When The Wild Party was released in April 1929, it received general mixed reviews, with much of the criticism being directed at Bow's Brooklyn accent. While one reviewer commented that her voice had "a harsh tonal quality that is not very easy on sensitive eardrums," Variety assured that she possessed "enough of a voice to insure a general belief that Clara can speak, as well as look not as well, but enough." In addition, The New York Times noted that "Miss Bow's voice is better than the narrative. It is not overmelodious in delivery, but it suits her personality," but dismissed the film as "intended for dwarfed intellects." Despite the variance in critical opinion, people flocked to the theaters to see America's most popular film star talk and The Wild Party broke house records in several big cities, such as Philadelphia and Chicago. In smaller cities, however, Bow's sound debut was shown in silence, as theater owners refused to convert their facilities for what was still considered a fad.

Shirley O'Hara and Clara Bow
Talkies caused a chaotic and bewildering flux within the film industry, changing not only the way pictures were made, but also the way they were watched. Gazing at a silent screen upon which mouths moved without speaking a word, audiences began to idealize not only how stars sounded, but what they said as well. Although legend contends that Clara Bow's "thick Brooklyn accent" ruined her career, the quality of her voice was never really an issue to her, Paramount or her fans. It was the changing nature of filmmaking that destroyed Bow's career. Like many other silent stars, including Charlie Chaplin and Louise Brooks, Bow found the new medium limiting and simply did not embrace the novelty of having to memorize scripts, speak into microphones and hit chalkmarks.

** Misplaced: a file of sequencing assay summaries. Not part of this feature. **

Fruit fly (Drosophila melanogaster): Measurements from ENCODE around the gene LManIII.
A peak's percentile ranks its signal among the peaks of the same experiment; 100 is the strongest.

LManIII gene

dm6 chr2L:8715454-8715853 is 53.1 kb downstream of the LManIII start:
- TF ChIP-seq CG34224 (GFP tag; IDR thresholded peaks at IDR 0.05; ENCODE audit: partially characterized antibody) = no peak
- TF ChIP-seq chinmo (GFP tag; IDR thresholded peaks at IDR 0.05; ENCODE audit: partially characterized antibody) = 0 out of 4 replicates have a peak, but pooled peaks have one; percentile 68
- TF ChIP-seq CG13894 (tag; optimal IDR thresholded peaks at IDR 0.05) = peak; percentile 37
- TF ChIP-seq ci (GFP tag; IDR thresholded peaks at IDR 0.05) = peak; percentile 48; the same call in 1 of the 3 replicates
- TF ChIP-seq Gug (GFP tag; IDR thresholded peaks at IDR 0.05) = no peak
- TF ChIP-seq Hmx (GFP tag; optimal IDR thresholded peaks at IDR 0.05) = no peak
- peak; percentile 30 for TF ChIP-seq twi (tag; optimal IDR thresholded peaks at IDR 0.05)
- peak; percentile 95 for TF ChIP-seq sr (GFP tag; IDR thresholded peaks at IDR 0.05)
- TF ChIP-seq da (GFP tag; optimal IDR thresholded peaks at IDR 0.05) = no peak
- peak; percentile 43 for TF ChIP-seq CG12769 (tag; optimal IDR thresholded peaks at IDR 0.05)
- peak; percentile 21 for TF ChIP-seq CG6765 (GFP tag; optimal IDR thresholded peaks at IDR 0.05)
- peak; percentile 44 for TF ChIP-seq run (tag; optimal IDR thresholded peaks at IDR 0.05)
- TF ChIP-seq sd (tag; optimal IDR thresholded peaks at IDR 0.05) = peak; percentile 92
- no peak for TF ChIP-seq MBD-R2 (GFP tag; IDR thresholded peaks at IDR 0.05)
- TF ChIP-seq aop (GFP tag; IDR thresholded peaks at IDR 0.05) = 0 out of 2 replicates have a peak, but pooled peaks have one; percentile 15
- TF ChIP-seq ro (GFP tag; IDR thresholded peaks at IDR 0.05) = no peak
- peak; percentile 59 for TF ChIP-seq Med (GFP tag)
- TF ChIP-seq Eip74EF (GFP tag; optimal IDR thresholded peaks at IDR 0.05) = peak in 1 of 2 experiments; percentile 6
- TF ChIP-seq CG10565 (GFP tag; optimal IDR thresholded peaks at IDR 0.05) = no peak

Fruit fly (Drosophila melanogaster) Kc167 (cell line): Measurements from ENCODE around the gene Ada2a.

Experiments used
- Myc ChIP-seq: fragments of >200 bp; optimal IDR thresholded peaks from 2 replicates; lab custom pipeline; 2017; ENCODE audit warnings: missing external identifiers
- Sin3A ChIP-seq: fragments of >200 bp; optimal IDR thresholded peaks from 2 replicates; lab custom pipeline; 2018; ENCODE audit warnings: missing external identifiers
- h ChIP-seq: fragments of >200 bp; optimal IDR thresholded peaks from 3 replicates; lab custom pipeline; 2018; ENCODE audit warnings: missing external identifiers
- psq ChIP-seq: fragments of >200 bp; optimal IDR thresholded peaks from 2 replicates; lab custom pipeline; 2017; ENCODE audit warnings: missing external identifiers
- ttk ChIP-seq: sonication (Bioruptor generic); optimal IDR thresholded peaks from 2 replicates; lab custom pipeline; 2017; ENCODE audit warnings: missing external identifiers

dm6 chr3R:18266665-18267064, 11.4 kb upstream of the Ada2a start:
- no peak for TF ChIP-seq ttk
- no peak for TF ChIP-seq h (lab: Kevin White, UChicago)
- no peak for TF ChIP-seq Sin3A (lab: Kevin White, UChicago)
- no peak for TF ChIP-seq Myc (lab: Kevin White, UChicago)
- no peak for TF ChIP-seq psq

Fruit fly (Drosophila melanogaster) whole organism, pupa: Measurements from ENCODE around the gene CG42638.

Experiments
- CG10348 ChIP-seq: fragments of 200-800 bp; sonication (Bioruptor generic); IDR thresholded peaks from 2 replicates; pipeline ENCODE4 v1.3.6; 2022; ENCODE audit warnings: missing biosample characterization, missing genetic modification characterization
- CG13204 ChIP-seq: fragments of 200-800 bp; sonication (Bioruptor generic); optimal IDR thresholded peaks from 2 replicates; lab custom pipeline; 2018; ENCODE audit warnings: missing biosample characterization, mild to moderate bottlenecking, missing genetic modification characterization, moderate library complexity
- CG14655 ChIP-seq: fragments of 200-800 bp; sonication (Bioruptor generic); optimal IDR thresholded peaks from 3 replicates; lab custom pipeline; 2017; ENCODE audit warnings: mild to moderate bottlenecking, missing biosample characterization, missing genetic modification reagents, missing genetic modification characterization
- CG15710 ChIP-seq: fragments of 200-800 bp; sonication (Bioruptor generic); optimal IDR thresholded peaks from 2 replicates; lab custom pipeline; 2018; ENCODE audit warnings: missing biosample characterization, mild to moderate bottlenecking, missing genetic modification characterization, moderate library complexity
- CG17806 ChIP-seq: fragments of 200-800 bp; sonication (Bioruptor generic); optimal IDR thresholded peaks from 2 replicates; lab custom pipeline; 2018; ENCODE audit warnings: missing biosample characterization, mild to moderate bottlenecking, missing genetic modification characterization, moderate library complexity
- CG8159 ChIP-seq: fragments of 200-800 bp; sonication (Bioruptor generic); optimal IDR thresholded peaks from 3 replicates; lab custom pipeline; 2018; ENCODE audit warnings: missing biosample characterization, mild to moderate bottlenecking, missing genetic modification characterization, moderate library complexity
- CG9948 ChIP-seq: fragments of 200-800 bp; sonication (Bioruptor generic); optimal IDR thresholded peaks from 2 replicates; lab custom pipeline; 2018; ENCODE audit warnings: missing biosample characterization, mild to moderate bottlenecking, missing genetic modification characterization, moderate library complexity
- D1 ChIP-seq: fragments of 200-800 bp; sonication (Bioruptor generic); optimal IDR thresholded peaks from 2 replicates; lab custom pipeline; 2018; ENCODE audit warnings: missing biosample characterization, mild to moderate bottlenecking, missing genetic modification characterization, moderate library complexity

I hate talkies. They're stiff and limiting. You lose a lot of your cuteness, because there's no chance for action, and action is the most important thing to me. And people are so quick to pounce on you if your voice isn't perfect [...] I can't buck progress, and I have to do the best I can.
(Clara Bow)

From her very first line in The Wild Party, it is evident that Clara Bow is extremely nervous and unsure of what she is doing. Her voice is shaky and you can tell that she struggled to let go of the broad pantomine she was so adept of. Fortunately, Arzner wisely adapted to her style by giving her many close-up shots of her reacting to off-camera events as if to demonstrate that she does not need dialogue to express emotion. Recalling the words of the great Norma Desmond in Sunset Boulevard (1950), who needs dialogue when you have a face like Clara Bow's.


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SOURCES:
Clara Bow: Runnin' Wild by David Stenn (2000) | Directed by Dorothy Arzner by Judith Mayne (1994) | Golden Images: 41 Essays on Silent Film Stars by Eve Golden (2001) | The Talkies: American Cinema's Transition to Sound, 1926-1931 by Donald Crafton (1999) | "The Real Clara Bow" by Elizabeth Goldbeck (1930)

1 comment:

  1. What a great classic